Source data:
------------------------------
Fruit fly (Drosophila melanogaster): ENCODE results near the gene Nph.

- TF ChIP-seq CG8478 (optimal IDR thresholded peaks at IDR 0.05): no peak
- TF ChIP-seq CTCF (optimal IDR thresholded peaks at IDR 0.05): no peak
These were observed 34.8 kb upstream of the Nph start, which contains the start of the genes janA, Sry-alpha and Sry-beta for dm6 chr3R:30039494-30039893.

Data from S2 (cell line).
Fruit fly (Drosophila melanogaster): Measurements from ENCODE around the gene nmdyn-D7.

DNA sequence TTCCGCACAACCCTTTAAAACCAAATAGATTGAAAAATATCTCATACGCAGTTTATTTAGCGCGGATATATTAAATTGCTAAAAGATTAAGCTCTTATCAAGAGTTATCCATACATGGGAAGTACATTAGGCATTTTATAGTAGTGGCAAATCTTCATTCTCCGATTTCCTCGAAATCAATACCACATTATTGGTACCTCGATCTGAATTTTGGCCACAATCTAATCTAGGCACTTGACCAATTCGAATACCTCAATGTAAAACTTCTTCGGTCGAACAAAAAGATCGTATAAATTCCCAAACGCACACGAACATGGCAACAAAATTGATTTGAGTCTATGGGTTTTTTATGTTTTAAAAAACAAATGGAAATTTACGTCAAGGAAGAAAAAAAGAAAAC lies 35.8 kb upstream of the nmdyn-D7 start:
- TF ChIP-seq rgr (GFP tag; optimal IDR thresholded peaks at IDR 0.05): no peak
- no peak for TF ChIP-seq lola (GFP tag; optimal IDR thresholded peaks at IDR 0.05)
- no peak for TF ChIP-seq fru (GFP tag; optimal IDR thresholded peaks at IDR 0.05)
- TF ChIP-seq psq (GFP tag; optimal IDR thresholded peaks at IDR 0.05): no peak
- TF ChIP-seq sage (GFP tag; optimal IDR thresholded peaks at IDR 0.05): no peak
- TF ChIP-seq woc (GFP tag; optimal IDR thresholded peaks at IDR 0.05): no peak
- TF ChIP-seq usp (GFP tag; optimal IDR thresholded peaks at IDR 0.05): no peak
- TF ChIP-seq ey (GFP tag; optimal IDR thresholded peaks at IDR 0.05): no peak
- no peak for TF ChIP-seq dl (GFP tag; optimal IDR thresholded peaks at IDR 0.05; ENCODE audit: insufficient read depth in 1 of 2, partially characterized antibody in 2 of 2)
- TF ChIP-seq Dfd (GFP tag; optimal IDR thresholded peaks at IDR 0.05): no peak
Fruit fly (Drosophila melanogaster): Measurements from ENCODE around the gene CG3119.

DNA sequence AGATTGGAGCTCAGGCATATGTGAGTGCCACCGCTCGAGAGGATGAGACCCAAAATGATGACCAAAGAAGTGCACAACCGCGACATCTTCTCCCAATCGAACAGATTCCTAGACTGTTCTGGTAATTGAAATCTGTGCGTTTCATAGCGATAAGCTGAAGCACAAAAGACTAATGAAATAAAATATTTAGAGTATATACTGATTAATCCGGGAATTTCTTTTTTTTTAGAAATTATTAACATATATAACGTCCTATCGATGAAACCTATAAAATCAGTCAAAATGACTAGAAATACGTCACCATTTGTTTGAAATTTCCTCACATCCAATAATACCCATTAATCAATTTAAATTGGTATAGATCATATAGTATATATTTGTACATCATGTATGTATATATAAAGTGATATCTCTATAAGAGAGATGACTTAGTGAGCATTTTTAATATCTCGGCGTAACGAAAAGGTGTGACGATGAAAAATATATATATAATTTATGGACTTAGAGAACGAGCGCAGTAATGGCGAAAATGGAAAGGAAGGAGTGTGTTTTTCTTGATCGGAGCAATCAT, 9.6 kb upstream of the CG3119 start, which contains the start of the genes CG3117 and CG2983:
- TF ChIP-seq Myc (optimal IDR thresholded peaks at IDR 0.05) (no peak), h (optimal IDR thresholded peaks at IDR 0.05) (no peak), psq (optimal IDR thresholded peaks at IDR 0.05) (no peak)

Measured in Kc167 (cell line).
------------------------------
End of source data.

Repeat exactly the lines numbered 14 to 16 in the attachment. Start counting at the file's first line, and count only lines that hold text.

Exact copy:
- TF ChIP-seq usp (GFP tag; optimal IDR thresholded peaks at IDR 0.05): no peak
- TF ChIP-seq ey (GFP tag; optimal IDR thresholded peaks at IDR 0.05): no peak
- no peak for TF ChIP-seq dl (GFP tag; optimal IDR thresholded peaks at IDR 0.05; ENCODE audit: insufficient read depth in 1 of 2, partially characterized antibody in 2 of 2)